Thursday, April 17, 2014
By DANIEL KANY
Greenhut Galleries' sixth biennial "Portland Show" is a terrific exhibition. It presents a solid view of art in Maine from the perspective of Portland's oldest gallery. It's an invitational show, so it doesn't pretend to give up its own involvement. In fact, the sense of community associated with the show is an appealing quality; presenting gallery artists alongside respected colleagues and potential additions to the roster makes for an interestingly expansive view of Greenhut's vision of worthy Maine art.
“Silver Light on the Waterfront, Portland,” oil on panel by Ben Aronson.
“The Thomas Block,” oil on canvas by Joseph Nicoletti.
"2012: THE SIXTH BIENNIAL PORTLAND SHOW"
WHERE: Greenhut Galleries, 146 Middle St., Portland
WHEN: Through April 28
HOURS: 10 a.m. to 5:30 p.m. Monday to Friday; 10 a.m.to 5 p.m. Saturday
INFO: 772-2693; www.greenhutgalleries.com
The "Portland" theme also has some surprisingly subtle effects. Primarily, it gives the viewer a clear and simple starting point for considering each work in context.
However, it also presents a Portland-centered art community that is multifaceted, healthy and forward-looking. Considering that Greenhut is considered relatively conservative as well as the most established gallery in Portland, the freshness of this show is most welcome. (Then again, no gallery could have survived this long if it didn't grow with the times.)
I hope the painting that excited me the most is a sign of the future at Greenhut: Ben Aronson's "Silver Light on the Waterfront, Portland." It is a view looking down Commercial Street past the Custom House.
Aronson already has a chunk of national prominence for his Wall Street and San Francisco scenes, but his connection to Maine is a perfect fit. There's a bit of sizzle to his stroke, and he paints with a self-aware boldness which he – amazingly – knows how to keep in check. His sense of strong contrast gives his paintings substantial volume while setting a stage for a range of lighter, atmospheric tones to play out beyond the deep shadows and dazzling highlights.
Aronson's facility with a brush betrays a reverence for classical painting, but his chops reveal he has taken from Bay Area painters as well (Christopher Brown and Wayne Thiebaud in particular).
Another painter in the show who has been successful in New York is Linden Frederick. His small and tight night scene on a wharf makes it clear why that's the case. His technique is phenomenal, and his vision is just creepy enough to add the right amount of narrative tension. Nothing is missing from the scene per se, but there is just enough electricity to hold you in a state of liminal excitement. Rather than a movie still, it's more like a scene from a gripping novel.
There are several paintings that strike a narrative vein similar to Frederick's "Wharf." Thomas Connolly's "Clark Street Sunrise" rides a strangely glowing green palette past mere color observation towards something potentially odd – and interesting.
Lori Tremblay's "Early November Canopy" is a view up past dark city buildings towards a night sky defined by a constellation. It's clearly a moment of awareness, but is the ontological intensity the result of a mystical moment, an existential crisis or a flash of celestial majesty within an urban landscape?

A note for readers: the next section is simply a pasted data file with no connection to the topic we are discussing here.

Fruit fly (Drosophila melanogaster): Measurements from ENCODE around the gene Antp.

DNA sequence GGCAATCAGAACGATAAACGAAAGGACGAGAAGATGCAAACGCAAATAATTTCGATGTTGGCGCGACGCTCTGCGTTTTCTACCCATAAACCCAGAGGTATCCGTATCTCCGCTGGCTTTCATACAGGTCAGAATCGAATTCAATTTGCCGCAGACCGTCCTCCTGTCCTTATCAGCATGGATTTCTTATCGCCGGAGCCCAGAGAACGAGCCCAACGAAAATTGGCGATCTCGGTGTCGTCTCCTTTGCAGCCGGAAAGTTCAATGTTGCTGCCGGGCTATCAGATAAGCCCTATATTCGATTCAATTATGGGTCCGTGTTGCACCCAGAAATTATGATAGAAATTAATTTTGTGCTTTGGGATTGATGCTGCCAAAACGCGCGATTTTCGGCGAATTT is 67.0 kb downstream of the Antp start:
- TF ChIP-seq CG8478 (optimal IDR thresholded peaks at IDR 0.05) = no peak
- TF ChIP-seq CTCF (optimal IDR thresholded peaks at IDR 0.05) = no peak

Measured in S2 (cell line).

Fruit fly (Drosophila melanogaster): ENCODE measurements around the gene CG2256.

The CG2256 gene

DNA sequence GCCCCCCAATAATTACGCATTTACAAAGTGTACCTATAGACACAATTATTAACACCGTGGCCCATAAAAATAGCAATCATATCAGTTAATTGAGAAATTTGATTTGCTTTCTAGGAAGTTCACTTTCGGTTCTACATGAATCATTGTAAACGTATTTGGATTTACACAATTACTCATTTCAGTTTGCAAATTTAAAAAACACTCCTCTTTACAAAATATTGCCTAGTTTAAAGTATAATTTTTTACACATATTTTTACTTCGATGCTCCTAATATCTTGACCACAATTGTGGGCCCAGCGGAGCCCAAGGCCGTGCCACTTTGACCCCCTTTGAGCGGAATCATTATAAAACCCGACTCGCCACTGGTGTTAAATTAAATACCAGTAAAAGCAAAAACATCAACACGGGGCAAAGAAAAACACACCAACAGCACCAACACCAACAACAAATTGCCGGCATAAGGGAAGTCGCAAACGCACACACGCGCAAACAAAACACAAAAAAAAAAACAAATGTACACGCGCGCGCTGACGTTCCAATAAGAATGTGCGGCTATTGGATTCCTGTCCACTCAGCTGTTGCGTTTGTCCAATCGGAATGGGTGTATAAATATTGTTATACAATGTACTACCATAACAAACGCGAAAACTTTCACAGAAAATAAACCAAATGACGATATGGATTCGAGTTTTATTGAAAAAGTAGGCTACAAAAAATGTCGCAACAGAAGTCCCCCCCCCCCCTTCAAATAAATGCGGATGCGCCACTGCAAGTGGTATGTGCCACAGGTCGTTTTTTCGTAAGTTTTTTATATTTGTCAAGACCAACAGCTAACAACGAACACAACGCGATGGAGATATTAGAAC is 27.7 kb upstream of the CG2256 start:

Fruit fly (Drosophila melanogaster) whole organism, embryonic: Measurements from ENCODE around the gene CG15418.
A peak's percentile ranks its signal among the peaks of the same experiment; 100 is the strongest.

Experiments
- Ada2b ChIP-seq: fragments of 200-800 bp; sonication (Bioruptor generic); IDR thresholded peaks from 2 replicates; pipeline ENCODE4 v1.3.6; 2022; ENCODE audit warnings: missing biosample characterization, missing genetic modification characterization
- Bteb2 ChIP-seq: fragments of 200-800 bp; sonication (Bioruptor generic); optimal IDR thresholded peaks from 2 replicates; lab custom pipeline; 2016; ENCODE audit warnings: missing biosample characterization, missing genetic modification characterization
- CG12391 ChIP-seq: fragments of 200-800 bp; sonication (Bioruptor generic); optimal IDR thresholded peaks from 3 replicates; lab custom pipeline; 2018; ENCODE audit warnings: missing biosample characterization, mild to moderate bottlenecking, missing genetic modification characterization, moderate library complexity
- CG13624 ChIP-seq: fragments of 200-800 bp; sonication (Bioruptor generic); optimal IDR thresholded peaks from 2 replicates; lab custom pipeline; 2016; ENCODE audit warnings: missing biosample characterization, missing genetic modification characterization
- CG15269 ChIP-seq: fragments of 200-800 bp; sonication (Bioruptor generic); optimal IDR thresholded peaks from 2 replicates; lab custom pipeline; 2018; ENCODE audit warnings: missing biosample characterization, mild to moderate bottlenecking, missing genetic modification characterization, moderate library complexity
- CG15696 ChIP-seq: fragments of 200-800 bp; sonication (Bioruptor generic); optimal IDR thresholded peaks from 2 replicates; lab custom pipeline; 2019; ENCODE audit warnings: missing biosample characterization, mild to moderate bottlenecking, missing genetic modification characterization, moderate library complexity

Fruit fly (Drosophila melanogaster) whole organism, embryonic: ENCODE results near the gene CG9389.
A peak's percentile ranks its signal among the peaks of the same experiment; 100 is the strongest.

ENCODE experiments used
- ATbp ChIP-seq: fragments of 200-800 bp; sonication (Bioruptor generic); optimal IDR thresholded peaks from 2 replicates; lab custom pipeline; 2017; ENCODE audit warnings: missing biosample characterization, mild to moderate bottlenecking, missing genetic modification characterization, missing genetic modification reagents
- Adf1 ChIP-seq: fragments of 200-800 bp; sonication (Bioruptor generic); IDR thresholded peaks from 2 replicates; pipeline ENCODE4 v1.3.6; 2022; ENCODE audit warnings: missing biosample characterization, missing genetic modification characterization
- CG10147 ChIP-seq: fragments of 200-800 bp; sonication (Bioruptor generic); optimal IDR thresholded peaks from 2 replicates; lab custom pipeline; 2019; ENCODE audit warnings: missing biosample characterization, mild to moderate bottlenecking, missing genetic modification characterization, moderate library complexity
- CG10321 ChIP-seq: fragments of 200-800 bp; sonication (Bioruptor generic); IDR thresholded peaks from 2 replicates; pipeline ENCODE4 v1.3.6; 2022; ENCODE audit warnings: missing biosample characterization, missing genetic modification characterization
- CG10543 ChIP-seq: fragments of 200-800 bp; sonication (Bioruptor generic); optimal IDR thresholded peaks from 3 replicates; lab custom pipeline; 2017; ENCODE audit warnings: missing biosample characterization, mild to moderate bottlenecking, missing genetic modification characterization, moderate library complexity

Glenn Renell's view across the water to the SoPo tanks at first seems like a nicely colored sunset, but the Fairfield Parrish sky gives it a dreamy sense of oddly fantastical potential.
A particular favorite is Joe Nicoletti's "The Thomas Block" because of its de Chirico-like blend of vivid intensity and uncanny surrealism: The roof of a building is subtly missing, as though there were nothing beyond the facade walls.
Nicoletti enforces the distinction between the building and the far shore with a tiny, but firm, stroke of water, as though drawing a line between the waking world of seascape and the Kafka-esque world of dreams pictured by the old building and its darkened row of warehouse windows.
This is not to say the show is dominated by high focus landscapes with narrative overtones. In truth, nothing dominates it. Some of the strongest works match little else, if anything, in the show.
I was fascinated, for example, by Robert Shetterly's portrait of Gerald H. Talbot – a Bangor native with a personal history of worthy accomplishment. Richard Wilson's "A Day with Sandy K" is a large watercolor grid of 192 little scenes. They look like images of the mental gymnastics of a sweetly good-natured stalker with ADHD completely in love with his complicit subject. It's hilarious.
There are terrific pieces made of altered maps as well as some strong collage paintings. I am not a huge fan in general of Tom Paiement's work, but I think his "Harbor Dive" – two white legs pointing up with a painted newsprint splash – is terrific. Tom Hall's small, profiled cityscapes of cut newspaper are great.
Ben Lambert's ceramic "Liveabord" depicts a standing young woman holding up the wooden boat on which she lives by its bow. It's a complex sculpture in the round (depressingly unusual for Maine) that is ultimately defined by its metaphorical complexity rather than its sweetness.
Considering this is a show based on a place, it is pleasantly surprising that the "Portland Show" is utterly devoid of nostalgia. I don't think that was a conscious conceptual decision as much as it reflects an aesthetic ethic that is thoughtful, rigorous and contemporary.
For lack of space, I haven't mentioned many of my favorite artists (John Whalley, Lissa Hunter, Nancy Morgan Barnes, etc.) who were among the 54 invited to the show. My suggestion is that you see them all for yourself.
Freelance writer Daniel Kany is an art historian who lives in Cumberland. He can be contacted at: